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Flash News! Art Karlsruhe – Corot – Raden Saleh

[02 Feb 2018]

Art Karlsruhe 2018

The exhibition halls of the Karlsruhe Trade Fair Centre will once again host the KARLSRUHE art fair from 22 to 25 February. This edition is special, since the show celebrates its 15th anniversary this year. 215 galleries from 15 countries will gather under the banner “Art.Space.Emotion.” to give visitors the opportunity to discover new talent. In just a few years, the fair has built a strong identity, exhibiting works that date from various periods of Modern art and have a unique place in the history of art. Each edition highlights great names in Modern and Contemporary art that are particularly sought after on the market, giving the event its credibility. Just take a stroll through Hall 3 in which are exhibited works by Georges Braque and Pablo Picasso, Salvador Dali and Max Ernst and you will see for yourself. Modern sculpture is particularly well represented with the work of artists such as Ernst Barlach and Käthe Kollwitz. The 2018 edition also pays homage to Sam Francis. This American painter, a major figure of Abstract Expressionism, created his first non-figurative works 70 years ago. The Bommer and Cortina galleries will notably show some of his brightly coloured works. From classical Modern art to Pop Art, including artists from the Zero movement or Neo-Expressionism, the selection covers nearly 120 years of art. The event’s prospective approach is thus based on this historical heritage. Each year, an exhibition is dedicated to a major private collection to encourage buyers and collectors. After Tomi Ungerer in the Würth Collection in 2017, Ernst Ludwig Kirchner in the Kirchner Museum Collection, Davos in 2016 or the photographs of Gisèle Freund in the Marita Ruiter Collection in 2013, this year, the prestigious Frieder Burda Collection will be in the spotlight at art KARLSRUHE with a selection of major works from the famous Baden-Baden museum, including Gerhard RICHTERGeorg BASELITZ and Sigmar POLKE. With such a varied programme, the 2018 edition of art KARLSRUHE is expected to attract more than 50,000 visitors.

Corot. The Painter and his models

The exhibition Corot. Le peintre et ses modèles, organised in collaboration with the Louvre and on show at the Marmottan Monet Museum, from 8 February to 8 July 2018, aims at showing that the artist was not just a Master of Landscape painting. It is the first Parisian exhibition dedicated to the artist since the major retrospective at the Grand Palais in 1996. This time, the work of the “father of Impressionism” or the “oldest of the Naturalist painters,” as Zola called him, can be discovered from a totally different – less well-known – perspective, through more than 60 works, mostly portraits of women that Camille Jean-Baptiste COROT did not show during his lifetime. All these works come from prestigious public and private collections in Europe and the United States, including the Louvre Museum, the National Gallery in London, the Metropolitan Museum in New York, the Kunsthalle in Hamburg and the Belvedere in Vienna.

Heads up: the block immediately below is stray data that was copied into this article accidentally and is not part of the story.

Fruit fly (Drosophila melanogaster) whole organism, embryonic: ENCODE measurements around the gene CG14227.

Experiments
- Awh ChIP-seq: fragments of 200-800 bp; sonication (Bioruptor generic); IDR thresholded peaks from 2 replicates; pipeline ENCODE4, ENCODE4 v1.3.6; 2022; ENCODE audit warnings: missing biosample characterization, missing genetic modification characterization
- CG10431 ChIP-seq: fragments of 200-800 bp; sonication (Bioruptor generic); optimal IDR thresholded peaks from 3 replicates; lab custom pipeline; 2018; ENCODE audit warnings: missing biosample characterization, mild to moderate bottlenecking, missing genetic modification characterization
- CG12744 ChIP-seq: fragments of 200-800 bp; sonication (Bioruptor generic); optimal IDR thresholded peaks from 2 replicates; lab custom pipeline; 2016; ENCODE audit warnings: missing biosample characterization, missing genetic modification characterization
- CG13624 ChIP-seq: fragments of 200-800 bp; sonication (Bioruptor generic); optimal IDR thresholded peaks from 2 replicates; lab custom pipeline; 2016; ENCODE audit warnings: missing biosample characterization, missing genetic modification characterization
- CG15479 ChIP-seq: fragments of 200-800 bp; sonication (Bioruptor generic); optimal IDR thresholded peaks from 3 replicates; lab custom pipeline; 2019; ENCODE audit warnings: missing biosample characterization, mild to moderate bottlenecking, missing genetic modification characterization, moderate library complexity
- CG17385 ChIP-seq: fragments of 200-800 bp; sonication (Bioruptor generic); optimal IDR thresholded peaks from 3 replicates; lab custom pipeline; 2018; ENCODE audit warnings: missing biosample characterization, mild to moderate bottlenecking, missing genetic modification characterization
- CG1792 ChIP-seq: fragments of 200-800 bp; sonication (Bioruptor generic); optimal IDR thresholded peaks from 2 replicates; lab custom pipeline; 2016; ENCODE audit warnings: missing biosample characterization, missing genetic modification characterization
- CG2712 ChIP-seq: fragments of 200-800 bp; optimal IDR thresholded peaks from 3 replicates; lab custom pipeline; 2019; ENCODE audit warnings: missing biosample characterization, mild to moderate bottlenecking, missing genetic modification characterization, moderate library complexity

A fine collection, both intimate and moving. This exhibition proves how the Master of Landscape was also a master of the figure, something that collectors and the art world had been aware of for many years, as Corot’s portraits of melancholy women attain even higher prices than his paintings depicting nature. His absolute record (already 10 years old) was created for a small canvas entitled Juive d’Alger, l’Italienne. This young woman in a red dress, dreamy if not sleeping, sold for $4.745 million in 2007 at Sotheby’s New York (7 November 2007) and his next two best sales were also portraits of women (L’Italienne, sold for $2.8m in 2001 at Christie’s New York and Jeune Femme à La Fontaine, sold for $2.3m in 2010 at Sotheby’s London). The most expensive landscape by the painter, a large painting called Le Batelier passant derrière les Arbres de la Rive, sold for $2 million 20 years ago at Christie’s New York. Corot’s best paintings remain under-rated compared to his importance in the history of art and the prices achieved by the Impressionists, whose leader, Claude Monet, said: “There is only one master, Corot. We are nothing in comparison, nothing.” (Claude Monet, 1897).

An incredible record for Raden Saleh

Who has never dreamed of finding a treasure in the loft? A work of art passed down from generation to generation, gathering dust in a corner, totally forgotten but finally discovered by chance? This happened last summer in Brittany (France). Someone contacted Jack-Philippe Ruellan about the disposal of a large, somewhat bulky canvas. The work was identified by the auctioneer as being by the painter Raden Sjarief Bastaman SALEH (1814-1880), a major artist from Indonesia, “whose popularity is comparable to that of Delacroix in France”. In this superb 1.8 metre canvas, entitled La Chasse au taureau sauvage (Banteng), Raden Saleh combined his Javanese heritage and the 20 years he spent in Europe studying the great masters. But as luck would have it, in November 2017, the National Gallery of Singapore was hosting a large exhibition dedicated the work of Raden Saleh. The auctioneer took the opportunity to show off his find and meet several collectors and institutions ready to fight over the masterpiece.

The sale finally took place on 27 January 2018 in Vannes. Estimated between €150,000 and €200,000, the painting triggered an unprecedented bidding war, reaching its final price of €7.2 million ($8.95m). An Indonesian collector in the room won the auction with great applause after 45 minutes of breathtaking bidding. The work will therefore be reunited with its country of origin after making history in the French auction rooms with a double record, firstly for the artist and secondly for a public sale in Brittany.

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